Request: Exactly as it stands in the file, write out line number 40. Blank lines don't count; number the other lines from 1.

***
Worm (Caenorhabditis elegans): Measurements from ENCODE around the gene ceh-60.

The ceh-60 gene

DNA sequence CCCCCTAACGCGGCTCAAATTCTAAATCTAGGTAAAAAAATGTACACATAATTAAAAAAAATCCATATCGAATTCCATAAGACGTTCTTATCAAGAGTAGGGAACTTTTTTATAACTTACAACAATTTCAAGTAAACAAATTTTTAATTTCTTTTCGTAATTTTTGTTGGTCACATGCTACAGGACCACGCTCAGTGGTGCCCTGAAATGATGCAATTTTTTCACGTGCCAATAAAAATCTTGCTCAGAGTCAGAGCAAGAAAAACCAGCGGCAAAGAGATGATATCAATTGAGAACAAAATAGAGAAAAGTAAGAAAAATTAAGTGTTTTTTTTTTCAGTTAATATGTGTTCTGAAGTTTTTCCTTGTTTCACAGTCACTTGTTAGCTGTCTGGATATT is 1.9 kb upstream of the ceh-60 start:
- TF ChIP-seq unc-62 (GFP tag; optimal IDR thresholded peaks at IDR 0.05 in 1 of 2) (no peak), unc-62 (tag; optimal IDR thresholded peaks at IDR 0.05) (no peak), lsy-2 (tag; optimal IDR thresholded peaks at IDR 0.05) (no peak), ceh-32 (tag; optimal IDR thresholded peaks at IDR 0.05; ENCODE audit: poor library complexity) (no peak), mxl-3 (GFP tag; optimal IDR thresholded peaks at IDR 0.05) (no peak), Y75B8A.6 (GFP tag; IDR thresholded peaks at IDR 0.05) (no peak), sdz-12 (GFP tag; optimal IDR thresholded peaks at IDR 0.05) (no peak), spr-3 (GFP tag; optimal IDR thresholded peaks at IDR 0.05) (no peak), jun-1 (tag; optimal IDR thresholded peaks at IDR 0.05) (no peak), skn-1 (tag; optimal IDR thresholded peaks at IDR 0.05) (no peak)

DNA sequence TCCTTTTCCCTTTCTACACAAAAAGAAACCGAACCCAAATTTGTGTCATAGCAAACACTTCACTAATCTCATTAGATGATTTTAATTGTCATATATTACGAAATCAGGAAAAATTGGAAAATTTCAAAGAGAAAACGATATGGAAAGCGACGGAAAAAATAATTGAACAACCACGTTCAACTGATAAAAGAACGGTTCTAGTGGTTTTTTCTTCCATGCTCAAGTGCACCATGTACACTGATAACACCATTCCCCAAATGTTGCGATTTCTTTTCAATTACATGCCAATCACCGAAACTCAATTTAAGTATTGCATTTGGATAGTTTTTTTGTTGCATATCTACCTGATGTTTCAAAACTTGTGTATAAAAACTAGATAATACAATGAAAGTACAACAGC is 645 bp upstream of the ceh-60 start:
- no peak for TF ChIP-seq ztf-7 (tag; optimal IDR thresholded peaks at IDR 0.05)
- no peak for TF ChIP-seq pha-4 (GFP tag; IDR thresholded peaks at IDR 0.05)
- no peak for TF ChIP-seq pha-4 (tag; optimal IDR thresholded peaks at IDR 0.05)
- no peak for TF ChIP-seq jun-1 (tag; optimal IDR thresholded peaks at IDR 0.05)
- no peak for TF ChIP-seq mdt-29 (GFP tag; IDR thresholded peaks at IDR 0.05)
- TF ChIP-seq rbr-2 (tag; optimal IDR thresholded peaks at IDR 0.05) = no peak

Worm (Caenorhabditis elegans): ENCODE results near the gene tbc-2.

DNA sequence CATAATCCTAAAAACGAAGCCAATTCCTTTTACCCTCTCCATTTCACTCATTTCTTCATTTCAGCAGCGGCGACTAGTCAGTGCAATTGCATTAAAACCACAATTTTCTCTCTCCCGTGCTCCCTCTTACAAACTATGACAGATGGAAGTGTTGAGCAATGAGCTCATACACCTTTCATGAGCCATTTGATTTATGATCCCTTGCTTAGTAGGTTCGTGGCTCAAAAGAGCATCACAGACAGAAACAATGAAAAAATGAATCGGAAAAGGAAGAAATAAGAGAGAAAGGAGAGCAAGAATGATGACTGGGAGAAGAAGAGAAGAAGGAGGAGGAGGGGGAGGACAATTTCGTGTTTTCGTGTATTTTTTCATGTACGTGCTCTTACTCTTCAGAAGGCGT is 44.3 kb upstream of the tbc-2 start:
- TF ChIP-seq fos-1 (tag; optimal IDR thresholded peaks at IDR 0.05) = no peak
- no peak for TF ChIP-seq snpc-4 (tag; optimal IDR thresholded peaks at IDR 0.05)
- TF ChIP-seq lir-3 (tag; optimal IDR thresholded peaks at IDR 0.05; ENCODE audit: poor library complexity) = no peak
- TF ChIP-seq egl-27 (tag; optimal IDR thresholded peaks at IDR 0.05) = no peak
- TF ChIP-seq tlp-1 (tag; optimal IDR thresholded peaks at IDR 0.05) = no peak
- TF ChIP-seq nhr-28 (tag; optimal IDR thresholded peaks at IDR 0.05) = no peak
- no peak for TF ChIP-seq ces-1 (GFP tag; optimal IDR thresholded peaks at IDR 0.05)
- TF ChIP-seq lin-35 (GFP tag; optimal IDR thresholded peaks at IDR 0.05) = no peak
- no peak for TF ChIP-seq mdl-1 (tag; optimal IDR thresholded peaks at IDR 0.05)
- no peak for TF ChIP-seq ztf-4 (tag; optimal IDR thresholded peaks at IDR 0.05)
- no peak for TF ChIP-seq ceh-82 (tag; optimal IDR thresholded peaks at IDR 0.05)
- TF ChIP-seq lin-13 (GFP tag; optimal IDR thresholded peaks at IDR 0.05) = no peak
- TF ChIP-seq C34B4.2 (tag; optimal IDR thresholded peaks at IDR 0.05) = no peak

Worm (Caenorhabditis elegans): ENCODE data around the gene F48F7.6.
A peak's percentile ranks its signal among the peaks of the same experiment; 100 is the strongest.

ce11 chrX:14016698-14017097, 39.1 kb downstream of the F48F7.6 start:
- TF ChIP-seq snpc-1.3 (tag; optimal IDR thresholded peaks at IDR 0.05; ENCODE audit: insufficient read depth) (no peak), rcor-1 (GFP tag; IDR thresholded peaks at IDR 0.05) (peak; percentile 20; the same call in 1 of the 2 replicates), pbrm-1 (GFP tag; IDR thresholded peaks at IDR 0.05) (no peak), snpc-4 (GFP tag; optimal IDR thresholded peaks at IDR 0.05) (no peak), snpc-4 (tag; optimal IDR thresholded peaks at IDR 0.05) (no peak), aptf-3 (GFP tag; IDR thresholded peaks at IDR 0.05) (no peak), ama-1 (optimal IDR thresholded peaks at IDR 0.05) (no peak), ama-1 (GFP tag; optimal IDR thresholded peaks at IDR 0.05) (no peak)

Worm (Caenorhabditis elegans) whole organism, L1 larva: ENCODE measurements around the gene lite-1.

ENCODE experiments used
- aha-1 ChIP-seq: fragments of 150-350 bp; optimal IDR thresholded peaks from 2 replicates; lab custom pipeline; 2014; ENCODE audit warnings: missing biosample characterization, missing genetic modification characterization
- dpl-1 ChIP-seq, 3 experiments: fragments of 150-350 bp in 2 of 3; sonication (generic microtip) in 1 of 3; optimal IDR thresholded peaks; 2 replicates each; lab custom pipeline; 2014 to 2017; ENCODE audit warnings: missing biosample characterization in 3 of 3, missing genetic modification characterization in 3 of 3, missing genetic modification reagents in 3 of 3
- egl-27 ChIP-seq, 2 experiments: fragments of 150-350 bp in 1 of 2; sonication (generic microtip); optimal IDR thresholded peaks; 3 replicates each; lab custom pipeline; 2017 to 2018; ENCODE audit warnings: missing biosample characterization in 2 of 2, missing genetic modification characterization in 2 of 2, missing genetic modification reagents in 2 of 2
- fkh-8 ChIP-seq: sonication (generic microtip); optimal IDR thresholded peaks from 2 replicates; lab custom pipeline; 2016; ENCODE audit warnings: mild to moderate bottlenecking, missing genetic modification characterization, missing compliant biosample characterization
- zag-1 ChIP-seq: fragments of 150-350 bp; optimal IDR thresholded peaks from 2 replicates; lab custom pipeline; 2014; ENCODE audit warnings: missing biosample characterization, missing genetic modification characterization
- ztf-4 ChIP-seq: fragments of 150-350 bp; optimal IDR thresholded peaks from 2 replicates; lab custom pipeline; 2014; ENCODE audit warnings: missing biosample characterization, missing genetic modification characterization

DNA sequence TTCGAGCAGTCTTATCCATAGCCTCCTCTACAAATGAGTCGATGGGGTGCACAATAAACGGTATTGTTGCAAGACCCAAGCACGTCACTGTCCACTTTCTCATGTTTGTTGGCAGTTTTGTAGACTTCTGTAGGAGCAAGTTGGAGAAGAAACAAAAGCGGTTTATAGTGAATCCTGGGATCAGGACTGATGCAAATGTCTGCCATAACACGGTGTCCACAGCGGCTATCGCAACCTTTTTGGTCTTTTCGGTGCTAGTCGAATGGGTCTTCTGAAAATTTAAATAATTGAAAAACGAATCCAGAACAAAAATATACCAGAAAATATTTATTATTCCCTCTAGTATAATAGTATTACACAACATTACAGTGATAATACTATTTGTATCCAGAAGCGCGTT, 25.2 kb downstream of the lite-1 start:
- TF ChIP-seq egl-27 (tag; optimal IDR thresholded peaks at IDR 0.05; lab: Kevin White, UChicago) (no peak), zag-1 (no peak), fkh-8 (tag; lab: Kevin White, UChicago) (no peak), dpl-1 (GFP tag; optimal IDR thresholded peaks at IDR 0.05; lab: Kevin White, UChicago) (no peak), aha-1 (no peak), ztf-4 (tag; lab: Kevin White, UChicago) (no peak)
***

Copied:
- TF ChIP-seq egl-27 (tag; optimal IDR thresholded peaks at IDR 0.05; lab: Kevin White, UChicago) (no peak), zag-1 (no peak), fkh-8 (tag; lab: Kevin White, UChicago) (no peak), dpl-1 (GFP tag; optimal IDR thresholded peaks at IDR 0.05; lab: Kevin White, UChicago) (no peak), aha-1 (no peak), ztf-4 (tag; lab: Kevin White, UChicago) (no peak)